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Special Report: U.S. Advocacy Update

Special Report: U.S. Advocacy Update

25 July 2017 6:00pm EDT

Last week, FIA board members and staff conducted a variety of meetings with policymakers in Washington, D.C. This effort is part of a larger strategic plan to engage in proactive advocacy in the post-election political climate.  We began by requesting a comprehensive review of all financial reform regulation in January.   In May, we submitted a whitepaper to the Treasury Department on the pathway to smarter regulation.  During our meetings, we made solid strides in educating policymakers on these issues and advancing our priorities. 

In general, last week we witnessed a notable change of regulatory tone in Washington.  While partisanship is at a high-water mark right now, our markets—particularly the end-users they serve—enjoy support from both sides of the aisle.  Democrats and Republicans encouraged us to work in a bipartisan fashion if we wanted to get real change accomplished in Washington. 

Regulators

FIA met with CFTC Acting Chairman Chris Giancarlo, SEC Chairman Jay Clayton, and a variety of regulatory and Treasury staff.  The tone of these meetings was positive and forward-looking, with Giancarlo emphasizing his commitment to innovation, global market access and economic growth and Clayton prioritizing capital formation, market data and cybersecurity.  In general, I noticed a shift away from regulating by “gotcha” enforcement. The focus now is on compliance by ensuring market integrity and access through the simplification of regulations and providing businesses the tools and information they need to be in compliance.  Given the global nature of our board and industry, we also spent considerable time on the topic of Brexit and potential changes to how we recognize foreign markets and clearinghouses.  

Congress

In addition to our regulatory meetings, FIA met with seven key members of Congress and their staff.  On the Senate side of the Hill, we met with Senator Mike Crapo, Chairman of the Senate Banking Committee, Senator Pat Roberts, Chairman of the Senate Agriculture Committee, Senator David Perdue, Member of the Banking and Agriculture Committees, and Senator Heidi Heitkamp, Member of the Banking and Agriculture Committees.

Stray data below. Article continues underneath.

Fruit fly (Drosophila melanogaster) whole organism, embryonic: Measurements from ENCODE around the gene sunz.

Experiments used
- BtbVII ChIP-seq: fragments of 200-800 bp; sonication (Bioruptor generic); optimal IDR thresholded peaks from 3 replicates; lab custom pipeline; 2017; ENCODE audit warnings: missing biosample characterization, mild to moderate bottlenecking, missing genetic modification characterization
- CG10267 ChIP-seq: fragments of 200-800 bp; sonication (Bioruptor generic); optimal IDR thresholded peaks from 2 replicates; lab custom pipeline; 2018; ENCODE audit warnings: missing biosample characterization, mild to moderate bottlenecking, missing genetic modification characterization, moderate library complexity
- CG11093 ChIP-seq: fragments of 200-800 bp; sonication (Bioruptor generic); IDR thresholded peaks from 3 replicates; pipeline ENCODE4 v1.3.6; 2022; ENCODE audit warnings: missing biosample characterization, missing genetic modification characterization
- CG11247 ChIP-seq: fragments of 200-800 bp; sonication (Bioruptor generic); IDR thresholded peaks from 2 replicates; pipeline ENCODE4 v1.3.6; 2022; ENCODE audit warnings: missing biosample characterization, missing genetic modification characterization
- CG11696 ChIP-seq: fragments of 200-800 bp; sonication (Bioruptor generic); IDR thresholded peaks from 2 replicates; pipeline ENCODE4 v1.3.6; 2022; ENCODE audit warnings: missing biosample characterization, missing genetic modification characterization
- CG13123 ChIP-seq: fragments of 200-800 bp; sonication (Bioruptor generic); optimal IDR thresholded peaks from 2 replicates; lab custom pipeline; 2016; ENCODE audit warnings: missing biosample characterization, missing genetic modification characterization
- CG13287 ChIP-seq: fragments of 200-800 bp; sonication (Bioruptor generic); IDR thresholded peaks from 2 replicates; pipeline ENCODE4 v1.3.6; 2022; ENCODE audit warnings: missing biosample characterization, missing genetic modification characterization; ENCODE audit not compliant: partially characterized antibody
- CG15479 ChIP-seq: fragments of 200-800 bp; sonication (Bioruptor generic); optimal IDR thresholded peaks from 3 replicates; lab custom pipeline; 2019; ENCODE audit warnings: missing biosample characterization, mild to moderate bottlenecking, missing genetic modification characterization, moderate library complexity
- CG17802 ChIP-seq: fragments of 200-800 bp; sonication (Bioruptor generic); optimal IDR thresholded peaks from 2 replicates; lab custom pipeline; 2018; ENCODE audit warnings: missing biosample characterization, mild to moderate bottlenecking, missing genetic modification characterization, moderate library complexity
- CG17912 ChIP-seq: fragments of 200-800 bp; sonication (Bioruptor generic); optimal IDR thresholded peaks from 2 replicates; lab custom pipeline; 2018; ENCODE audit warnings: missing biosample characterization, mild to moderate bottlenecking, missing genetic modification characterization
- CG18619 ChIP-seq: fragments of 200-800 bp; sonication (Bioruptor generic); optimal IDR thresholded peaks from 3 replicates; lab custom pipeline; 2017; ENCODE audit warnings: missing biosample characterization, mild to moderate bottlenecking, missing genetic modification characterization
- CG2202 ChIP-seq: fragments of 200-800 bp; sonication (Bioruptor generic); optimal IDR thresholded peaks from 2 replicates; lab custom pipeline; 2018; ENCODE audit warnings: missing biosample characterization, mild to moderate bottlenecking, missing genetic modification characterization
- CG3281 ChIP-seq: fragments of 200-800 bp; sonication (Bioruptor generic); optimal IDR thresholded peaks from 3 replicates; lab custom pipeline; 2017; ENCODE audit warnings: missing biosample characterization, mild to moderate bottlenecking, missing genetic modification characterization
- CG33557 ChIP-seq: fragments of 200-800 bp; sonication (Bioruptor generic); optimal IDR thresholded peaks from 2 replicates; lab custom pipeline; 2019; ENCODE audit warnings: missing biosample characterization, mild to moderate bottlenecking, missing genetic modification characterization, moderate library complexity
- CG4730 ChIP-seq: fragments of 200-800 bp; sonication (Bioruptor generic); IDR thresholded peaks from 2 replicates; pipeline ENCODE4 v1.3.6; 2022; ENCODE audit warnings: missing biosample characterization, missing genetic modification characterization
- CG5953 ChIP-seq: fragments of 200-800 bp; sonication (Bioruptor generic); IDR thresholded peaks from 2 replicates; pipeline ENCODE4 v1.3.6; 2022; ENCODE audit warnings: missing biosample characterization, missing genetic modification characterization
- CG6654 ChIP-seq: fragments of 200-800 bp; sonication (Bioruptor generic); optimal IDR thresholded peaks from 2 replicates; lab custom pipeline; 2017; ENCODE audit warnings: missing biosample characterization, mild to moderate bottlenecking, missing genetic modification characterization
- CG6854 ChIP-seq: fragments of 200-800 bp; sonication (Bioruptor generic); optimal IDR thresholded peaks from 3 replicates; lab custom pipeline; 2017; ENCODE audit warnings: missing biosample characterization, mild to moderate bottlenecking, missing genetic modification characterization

On the House side, we spoke with Rep. Mike Conaway, Chairman of the House Agriculture Committee, Rep. Tom O’Halleran, Member of the House Agriculture Committee, and Rep. Blaine Luetkemeyer, Member of the House Financial Services Committee. 

Each of these lawmakers plays a key role on issues that are critical to our industry and our markets. 

In each meeting, we discussed our concerns with the leverage ratio and the importance of offsetting initial margin.  I was pleased by how receptive the Senators and Representatives were on this issue, and how encouraging they were on next steps. 

We also touched on the value of having accounts for clearing members at the Federal Reserve.  Chairman Conaway, in particular, was helpful on this issue, and promised to stay engaged. 

The Senate is responsible for confirming Presidential appointees, and I was pleased to hear that Senator Roberts is taking action to move forward on Chairman Giancarlo’s confirmation and the nominations of other CFTC Commissioners next week.   

Takeaways

While it may seem like progress is stalled in Washington, in reality there is a lot of behind-the-scenes work taking place.  I appreciate the focus at both the CFTC and SEC on market access, innovation, and growth.  I’m encouraged by the momentum behind CFTC nominations and the willingness to address Fed accounts.  I was also glad to hear a commitment to bipartisan progress on key issues from both Democrats and Republicans.  Perhaps most rewarding was that our advocacy on the leverage ratio issue saw immediate results last week: after our meetings, three Members of Congress made statements or asked Fed Chair Janet Yellen her views on the topic during her testimony the following day. 

The next step for FIA’s U.S. advocacy work will be to submit a response to CFTC’s Project KISS.  Our comments will build on the work done in our policy papers released earlier this year, and will follow a principles-based framework of smart regulation, globally accessible markets, and prioritizing innovation and competition.

I look forward to sharing that with you soon.

Kind regards,

 

Walt Lukken

President & CEO

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